Responses of Benthic Macrofauna to Environmental Stressors: A Synthesis of Chesapeake Bay Data
My dissertation examines the response patterns of benthic macroinvertebrates to stressors in Chesapeake Bay. Estuaries, such as the Chesapeake Bay, are important and valuable aquatic systems that support a vast array of ecosystem functions and services for plants, animals and humans. They are complex and dynamic systems that are subjected to a variety of environmental (abiotic and biotic) and human-induced stressors, which compromise the biological integrity of the estuary. Benthic macroinvertebrates are widely used and accepted as reliable indicators of the estuarine biological environment, as they are integrators of biological and physical events in the sediments and the overlying water column.
Chesapeake Bay is the largest estuary in the United States, and is of ecological, historical, economic and cultural importance. The pressures of increased population density, land development, and agricultural practices have resulted in a threatened Bay ecosystem that is in need of ongoing restoration and protection. There are a number of monitoring programs, research institutions, non-profit organizations, and local, state and federal agencies in the Chesapeake region that are dedicated and focused on collecting, monitoring, analyzing and developing management practices and tools to preserve and protect the Bay. My dissertation work draws on decades of previously collected data in the Chesapeake Bay region. It provides a sound mechanism to evaluate actual and potential stressors to benthic communities, using datasets at hand, rather than relying on obtaining more data. This is especially of importance in times of dwindling funds for monitoring and research programs. For my research, I am utilizing the multitude of physical, chemical and biological Chesapeake Bay data to determine general stressor-response patterns and environmental tolerance groups that can be used to provide resource managers with useful information to better manage, protect, and restore Chesapeake Bay.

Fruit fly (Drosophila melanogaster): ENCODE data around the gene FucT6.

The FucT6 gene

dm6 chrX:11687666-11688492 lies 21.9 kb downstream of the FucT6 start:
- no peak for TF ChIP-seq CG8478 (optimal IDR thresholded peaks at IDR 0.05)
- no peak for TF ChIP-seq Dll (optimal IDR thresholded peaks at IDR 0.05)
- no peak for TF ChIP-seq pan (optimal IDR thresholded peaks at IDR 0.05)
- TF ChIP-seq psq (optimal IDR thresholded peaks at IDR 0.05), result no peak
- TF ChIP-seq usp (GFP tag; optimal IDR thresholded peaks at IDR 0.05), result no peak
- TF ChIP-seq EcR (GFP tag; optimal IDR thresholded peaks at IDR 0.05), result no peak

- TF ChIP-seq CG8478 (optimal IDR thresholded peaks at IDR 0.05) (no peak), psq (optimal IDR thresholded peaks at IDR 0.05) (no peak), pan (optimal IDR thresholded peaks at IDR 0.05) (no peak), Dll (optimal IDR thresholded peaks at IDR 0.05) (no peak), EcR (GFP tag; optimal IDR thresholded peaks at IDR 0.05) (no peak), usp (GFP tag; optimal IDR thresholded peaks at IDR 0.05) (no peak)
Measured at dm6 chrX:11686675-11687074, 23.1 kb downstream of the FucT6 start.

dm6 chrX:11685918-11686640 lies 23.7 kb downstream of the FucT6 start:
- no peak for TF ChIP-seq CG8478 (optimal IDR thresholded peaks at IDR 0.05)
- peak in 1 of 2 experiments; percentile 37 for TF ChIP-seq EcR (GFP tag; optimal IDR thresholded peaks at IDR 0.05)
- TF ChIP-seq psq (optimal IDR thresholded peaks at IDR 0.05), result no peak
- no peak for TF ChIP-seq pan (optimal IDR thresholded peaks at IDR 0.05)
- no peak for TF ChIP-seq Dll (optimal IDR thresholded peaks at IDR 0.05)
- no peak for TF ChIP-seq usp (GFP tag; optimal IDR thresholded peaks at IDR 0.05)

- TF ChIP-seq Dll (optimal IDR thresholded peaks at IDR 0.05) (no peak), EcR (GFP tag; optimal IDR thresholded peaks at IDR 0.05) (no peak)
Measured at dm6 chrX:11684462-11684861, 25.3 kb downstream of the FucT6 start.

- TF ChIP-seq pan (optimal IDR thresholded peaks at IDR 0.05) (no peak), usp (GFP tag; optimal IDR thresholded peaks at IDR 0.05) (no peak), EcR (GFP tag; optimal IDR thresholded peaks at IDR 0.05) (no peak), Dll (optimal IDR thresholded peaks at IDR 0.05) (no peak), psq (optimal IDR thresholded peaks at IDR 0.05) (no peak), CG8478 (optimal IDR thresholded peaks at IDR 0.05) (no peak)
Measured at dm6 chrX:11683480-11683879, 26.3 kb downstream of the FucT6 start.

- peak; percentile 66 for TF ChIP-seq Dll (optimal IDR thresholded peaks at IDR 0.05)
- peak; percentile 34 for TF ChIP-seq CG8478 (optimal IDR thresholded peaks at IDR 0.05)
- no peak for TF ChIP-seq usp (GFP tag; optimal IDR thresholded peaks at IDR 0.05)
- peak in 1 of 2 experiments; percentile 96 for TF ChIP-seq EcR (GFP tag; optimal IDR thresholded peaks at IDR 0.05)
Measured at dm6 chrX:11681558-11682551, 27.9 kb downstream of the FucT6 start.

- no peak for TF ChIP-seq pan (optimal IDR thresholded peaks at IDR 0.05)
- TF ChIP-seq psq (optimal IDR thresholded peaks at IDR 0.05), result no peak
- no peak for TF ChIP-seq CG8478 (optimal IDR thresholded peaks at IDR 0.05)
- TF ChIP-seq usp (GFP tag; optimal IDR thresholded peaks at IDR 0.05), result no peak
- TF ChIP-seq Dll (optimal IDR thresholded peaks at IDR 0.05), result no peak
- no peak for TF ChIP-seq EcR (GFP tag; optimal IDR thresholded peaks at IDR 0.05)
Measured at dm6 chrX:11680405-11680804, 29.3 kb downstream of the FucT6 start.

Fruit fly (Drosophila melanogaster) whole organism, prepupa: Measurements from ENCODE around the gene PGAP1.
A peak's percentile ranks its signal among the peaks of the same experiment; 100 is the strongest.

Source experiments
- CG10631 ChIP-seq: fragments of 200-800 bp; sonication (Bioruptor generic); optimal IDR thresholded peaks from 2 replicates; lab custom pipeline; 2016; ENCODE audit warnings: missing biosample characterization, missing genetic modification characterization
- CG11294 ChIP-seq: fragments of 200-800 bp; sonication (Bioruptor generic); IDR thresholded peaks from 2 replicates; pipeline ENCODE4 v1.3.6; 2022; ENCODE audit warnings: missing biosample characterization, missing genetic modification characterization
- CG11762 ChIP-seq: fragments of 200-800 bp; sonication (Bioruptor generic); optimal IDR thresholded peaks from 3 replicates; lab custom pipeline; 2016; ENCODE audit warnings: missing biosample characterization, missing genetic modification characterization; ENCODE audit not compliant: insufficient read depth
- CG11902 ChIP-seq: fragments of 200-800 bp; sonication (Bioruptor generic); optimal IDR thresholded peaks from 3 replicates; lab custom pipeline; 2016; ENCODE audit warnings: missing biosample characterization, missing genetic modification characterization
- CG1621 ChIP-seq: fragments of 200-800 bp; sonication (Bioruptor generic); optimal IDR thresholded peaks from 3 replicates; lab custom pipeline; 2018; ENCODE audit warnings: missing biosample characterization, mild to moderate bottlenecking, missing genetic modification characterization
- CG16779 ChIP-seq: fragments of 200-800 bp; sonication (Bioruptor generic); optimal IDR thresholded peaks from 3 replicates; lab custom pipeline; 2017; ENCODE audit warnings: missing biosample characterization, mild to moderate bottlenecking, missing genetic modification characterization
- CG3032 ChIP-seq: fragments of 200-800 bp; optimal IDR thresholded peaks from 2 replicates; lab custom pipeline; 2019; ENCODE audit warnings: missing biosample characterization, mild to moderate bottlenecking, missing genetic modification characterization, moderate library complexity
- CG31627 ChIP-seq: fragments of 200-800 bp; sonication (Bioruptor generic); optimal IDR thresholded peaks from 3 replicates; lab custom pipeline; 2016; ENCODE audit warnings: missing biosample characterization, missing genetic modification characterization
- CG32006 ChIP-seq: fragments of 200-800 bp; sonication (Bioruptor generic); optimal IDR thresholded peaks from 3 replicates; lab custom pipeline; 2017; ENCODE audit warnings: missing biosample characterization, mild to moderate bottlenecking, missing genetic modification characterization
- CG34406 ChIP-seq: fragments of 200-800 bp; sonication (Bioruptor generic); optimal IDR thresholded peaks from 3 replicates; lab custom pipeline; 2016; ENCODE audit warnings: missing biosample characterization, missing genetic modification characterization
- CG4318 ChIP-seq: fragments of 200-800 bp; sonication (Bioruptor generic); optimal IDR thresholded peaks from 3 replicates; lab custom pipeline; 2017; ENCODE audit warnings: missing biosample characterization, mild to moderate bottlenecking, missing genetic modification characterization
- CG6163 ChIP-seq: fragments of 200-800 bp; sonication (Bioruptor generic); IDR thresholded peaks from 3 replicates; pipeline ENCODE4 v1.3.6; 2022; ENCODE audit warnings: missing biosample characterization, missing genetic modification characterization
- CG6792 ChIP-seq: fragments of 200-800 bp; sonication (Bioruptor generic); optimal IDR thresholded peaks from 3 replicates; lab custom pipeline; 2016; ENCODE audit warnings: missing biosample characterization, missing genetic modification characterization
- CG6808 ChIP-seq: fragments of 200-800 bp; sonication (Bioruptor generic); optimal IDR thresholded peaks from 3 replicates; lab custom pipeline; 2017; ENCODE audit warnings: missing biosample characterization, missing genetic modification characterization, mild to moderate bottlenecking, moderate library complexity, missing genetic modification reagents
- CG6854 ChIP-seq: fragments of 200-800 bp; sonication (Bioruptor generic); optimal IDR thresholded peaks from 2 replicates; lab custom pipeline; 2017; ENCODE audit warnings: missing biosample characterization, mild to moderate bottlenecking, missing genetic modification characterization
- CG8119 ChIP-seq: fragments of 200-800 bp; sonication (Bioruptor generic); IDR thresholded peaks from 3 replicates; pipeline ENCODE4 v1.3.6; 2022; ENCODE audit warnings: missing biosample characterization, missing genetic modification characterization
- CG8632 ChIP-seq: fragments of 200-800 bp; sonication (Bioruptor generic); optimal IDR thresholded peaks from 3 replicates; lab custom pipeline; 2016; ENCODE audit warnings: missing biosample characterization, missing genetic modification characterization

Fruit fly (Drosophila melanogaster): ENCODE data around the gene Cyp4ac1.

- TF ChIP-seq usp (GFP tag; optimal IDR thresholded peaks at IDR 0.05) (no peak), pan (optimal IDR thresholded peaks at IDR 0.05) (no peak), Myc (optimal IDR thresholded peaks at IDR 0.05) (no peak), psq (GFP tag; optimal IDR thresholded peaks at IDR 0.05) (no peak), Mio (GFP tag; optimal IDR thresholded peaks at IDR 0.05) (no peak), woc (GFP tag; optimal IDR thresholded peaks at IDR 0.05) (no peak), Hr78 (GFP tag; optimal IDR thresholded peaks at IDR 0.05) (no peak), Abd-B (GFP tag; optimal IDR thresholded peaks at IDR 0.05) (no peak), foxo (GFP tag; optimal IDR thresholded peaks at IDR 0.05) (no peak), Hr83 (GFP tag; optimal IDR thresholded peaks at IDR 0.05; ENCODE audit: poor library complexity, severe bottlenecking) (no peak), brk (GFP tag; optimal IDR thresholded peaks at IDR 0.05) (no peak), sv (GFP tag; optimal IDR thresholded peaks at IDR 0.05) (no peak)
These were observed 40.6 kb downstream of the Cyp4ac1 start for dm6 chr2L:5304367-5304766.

Treda Grayson is a doctoral student in Environmental Science and Public Policy at George Mason University in Fairfax, Virginia. Her concentration is in biological sciences, specifically benthic ecology. Treda’s interest in Marine Science and her desire to be a scientist was sparked by the moments she spent as a child fishing, crabbing, and boating in and on the water.
That interest and desire motivated Treda to obtain a Bachelor of Science degree with honors in Marine Science with Biology and German minors, from Coastal Carolina University in Conway, South Carolina. After finishing college, she began working as an Environmental Protection Specialist at the U.S. Environmental Protection Agency (EPA) headquarters in Washington, D.C. She provided technical support to states, tribes, and other entities to develop and adopt biological, nutrient and aquatic life criteria for water quality. While working at the EPA, Treda obtained a Master of Science degree in Environmental Sciences and Policy from Johns Hopkins University. Currently, she leads the National Coastal Condition Assessment program in the Office of Wetlands, Oceans, and Watersheds, which is a designed to assess the condition of the nation’s coastal resources.
Treda is a Senior Fellow in the 2009 Mid-Atlantic Regional Network class of the Environmental Leadership Program, as well as the 2014-2016 President of the Atlantic Estuarine Research Society. She loves traveling, reading, and spending time with family, friends and loved ones.